3. It’s a lot of work to build a startup: It never stops, period.
  4. Experience matters: It’s really about learning and iterating constantly and garnering small and sometimes big wins as you continue.
  5. You’ll always make many mistakes. So, just go ahead and make them.

Thinking about it, it’s probably better that I didn’t know all those things in advance.

The future of work is a common theme. What can one do to “future proof” their career?

I recently saw an interview with Jack Ma, where he said, soon there won’t be just smarter people but also smarter computers. Yet, creativity and ideas are areas where people will always shine through. I believe the interface between creativity and technology is extremely important. My advice to anyone would be to learn and keep learning. Be open to technology and creativity, and you will find your place.

Based on the future trends in your industry, if you had a million dollars, what would you invest in?

Our overall vision is a fashion market network that connects all stakeholders of this industry, from the brand to the retailer, the manufacturer, designers, stylists, and, of course, the consumer. Everyone contributes data and benefits from each other. It would lead to a perfectly circular system. The effect on the fashion supply chain would be highly beneficial. So, I’d invest $1 million in that because the potential is incredible.

Which principles or philosophies have guided your life? Your career?

First: Work extremely hard because it is seldom the case that someone increases his chances of success who doesn’t. Second: You get what you put out into the world. If you do the best you can and keep a positive mindset, things will happen for you. Third: See the big picture and focus on the solution rather than the problem.

Can you share with our readers what you think are the most important “success habits” or “success mindsets”?

I believe asking others for advice is probably the most important thing, while also knowing which advice to ignore. In addition, one must be laser-focused, while maintaining the flexibility to shift focus rapidly once a hypothesis has been proven or disproven. Nobody knows what works, otherwise, they would have done it already if it produced a $1B uplift. You have to test and fail a lot! Be prepared to deal with the setbacks and try to turn them into something positive.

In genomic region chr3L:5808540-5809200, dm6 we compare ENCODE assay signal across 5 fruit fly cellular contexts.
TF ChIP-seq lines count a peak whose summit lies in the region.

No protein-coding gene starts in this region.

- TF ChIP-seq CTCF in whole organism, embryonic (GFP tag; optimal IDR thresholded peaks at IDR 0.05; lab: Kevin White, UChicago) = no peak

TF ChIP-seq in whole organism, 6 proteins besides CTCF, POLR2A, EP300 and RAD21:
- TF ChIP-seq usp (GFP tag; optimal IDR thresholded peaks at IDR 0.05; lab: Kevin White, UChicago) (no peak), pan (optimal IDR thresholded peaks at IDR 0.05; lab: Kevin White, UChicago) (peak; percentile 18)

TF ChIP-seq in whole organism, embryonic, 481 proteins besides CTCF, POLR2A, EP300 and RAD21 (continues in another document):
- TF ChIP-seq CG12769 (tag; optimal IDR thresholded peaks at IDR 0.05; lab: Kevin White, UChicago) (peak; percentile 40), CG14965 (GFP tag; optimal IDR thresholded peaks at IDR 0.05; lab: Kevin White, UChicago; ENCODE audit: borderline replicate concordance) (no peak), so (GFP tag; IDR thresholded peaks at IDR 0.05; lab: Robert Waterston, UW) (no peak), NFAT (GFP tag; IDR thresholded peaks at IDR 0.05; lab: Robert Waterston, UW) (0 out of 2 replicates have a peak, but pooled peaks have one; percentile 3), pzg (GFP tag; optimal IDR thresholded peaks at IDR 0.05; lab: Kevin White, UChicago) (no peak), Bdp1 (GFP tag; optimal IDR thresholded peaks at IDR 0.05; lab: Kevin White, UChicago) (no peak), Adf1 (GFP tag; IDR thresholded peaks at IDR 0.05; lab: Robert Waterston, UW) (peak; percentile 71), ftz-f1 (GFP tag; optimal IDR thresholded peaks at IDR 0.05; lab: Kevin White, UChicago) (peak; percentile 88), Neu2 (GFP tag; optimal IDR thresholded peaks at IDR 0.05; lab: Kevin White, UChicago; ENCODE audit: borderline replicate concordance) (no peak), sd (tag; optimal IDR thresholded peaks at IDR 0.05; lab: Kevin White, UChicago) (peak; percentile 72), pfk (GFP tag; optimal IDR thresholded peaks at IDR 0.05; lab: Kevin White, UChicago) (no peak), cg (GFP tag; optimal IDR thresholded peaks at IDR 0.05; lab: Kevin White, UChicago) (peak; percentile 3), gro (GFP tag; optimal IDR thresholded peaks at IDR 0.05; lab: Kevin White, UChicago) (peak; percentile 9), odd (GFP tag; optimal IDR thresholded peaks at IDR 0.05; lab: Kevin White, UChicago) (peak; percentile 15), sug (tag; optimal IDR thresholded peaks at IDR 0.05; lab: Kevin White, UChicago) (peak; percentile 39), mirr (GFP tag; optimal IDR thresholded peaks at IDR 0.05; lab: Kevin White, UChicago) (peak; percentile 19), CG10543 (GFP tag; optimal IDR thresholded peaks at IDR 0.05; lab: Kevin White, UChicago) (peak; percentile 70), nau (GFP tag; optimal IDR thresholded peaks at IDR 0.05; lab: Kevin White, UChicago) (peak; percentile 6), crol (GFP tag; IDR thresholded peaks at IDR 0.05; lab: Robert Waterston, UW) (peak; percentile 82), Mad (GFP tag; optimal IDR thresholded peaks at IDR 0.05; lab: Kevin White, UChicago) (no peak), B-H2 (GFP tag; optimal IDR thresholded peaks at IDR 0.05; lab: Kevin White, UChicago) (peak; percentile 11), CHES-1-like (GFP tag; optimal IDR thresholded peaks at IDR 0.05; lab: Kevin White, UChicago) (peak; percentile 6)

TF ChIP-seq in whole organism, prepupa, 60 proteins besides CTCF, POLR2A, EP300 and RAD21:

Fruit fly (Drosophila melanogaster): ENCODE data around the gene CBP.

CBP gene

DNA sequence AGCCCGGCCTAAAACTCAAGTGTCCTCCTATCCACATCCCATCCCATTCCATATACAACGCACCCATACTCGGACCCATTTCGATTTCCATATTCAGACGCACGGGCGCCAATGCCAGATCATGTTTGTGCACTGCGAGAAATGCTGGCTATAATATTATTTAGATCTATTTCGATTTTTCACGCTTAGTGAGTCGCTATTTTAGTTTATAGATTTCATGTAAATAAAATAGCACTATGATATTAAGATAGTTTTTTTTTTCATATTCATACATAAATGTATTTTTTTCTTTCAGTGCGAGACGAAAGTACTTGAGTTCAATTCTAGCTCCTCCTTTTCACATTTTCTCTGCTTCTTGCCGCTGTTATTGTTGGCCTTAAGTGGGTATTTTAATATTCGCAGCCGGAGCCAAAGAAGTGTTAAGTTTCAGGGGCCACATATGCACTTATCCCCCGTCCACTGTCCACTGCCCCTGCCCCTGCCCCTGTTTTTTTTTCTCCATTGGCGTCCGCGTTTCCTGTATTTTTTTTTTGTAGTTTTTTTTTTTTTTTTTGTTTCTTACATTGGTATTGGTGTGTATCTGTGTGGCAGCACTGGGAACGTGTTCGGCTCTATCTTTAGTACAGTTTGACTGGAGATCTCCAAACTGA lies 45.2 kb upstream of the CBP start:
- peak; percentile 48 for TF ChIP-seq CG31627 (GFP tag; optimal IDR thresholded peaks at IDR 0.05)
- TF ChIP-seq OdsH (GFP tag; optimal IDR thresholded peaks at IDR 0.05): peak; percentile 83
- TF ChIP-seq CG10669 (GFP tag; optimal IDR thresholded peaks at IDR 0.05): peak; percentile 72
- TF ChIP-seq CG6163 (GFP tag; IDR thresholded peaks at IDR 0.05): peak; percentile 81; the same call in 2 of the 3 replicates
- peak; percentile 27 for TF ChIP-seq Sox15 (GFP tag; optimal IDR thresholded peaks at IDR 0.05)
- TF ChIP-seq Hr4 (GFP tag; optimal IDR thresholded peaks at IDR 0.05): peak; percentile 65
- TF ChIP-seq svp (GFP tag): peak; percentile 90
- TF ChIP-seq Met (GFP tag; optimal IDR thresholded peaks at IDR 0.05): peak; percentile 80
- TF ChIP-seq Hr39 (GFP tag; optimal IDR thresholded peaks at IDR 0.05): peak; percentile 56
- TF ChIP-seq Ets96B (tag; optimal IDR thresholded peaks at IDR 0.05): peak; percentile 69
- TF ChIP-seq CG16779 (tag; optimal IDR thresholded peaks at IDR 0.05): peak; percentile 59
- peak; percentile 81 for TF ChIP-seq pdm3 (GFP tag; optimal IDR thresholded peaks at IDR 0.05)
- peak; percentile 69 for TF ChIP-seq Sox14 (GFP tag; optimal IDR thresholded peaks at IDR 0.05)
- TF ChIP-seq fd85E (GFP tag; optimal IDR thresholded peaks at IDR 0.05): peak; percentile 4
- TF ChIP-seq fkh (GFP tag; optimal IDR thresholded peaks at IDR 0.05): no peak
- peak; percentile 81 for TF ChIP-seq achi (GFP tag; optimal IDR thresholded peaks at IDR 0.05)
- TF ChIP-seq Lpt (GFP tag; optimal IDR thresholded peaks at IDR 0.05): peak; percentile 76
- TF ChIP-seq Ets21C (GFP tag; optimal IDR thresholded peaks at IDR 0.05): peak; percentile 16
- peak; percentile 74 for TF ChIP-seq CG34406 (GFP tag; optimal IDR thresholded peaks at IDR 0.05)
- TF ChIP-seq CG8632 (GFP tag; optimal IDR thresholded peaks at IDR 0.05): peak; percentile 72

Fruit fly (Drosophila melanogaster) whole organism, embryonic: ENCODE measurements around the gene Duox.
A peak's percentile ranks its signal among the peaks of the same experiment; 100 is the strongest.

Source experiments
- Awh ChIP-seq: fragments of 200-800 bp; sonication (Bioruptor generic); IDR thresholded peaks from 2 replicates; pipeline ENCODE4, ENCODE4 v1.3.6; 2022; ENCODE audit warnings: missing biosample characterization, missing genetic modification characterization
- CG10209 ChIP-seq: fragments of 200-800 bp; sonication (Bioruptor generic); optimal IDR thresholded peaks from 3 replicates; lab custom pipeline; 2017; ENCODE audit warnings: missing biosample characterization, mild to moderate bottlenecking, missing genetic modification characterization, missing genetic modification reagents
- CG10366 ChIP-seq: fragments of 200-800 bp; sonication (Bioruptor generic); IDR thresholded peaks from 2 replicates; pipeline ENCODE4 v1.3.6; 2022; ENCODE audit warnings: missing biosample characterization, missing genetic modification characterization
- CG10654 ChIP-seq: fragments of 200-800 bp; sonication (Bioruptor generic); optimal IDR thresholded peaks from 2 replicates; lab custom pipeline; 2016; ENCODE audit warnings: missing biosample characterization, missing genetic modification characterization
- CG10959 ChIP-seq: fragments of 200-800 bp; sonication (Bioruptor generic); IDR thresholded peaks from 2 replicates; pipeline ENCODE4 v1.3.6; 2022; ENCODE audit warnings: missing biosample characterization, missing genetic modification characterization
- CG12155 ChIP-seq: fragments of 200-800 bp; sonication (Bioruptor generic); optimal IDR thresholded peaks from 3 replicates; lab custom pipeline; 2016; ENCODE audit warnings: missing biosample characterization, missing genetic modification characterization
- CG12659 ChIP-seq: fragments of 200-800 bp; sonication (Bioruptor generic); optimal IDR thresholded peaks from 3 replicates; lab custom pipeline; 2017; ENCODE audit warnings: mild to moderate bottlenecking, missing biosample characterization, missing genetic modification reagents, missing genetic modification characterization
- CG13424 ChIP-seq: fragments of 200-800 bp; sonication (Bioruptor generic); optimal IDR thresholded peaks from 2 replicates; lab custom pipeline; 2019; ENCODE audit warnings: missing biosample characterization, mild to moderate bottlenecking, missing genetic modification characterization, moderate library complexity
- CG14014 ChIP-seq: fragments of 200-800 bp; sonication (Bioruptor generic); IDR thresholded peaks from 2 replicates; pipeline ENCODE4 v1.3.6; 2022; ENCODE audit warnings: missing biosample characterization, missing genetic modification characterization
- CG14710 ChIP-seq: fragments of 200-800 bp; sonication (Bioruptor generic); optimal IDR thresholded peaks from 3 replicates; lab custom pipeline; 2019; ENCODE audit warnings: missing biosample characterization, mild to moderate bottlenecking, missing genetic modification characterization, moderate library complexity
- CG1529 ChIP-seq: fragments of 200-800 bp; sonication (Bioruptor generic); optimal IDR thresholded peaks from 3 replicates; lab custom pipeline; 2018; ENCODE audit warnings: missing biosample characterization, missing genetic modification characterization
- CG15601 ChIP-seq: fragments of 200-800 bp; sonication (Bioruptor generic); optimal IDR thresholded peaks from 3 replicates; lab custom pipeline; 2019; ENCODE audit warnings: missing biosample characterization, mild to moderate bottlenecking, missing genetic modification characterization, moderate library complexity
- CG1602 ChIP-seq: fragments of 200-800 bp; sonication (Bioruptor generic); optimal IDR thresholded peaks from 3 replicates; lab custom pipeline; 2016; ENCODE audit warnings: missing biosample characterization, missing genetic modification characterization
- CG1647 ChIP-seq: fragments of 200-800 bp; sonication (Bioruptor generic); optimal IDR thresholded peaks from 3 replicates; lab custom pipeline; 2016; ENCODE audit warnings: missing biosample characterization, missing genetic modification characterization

Some very well known VCs read this column. If you had 60 seconds to make a pitch to a VC, what would you say? 
From our perspective, there’s never been a better time to invest in fashion tech. With the rise of more evolved AIs, startups that introduce concepts to revolutionize this industry have a real chance to solve the major issues. With Dresslife, we enable “taste-making” for fashion retailers, or as we call it, 1-to-1 personalization. That being said, I recently read that Ben Evans is focusing on our market and Mike Duboe just went to Greylock from Stitch Fix. I would certainly like to speak to both of them.

How can our readers follow you on social media?

You can find Dresslife on Instagram, Facebook, and Twitter. And you can connect with us on LinkedIn.

Thank you so much for joining us. This was very inspirational.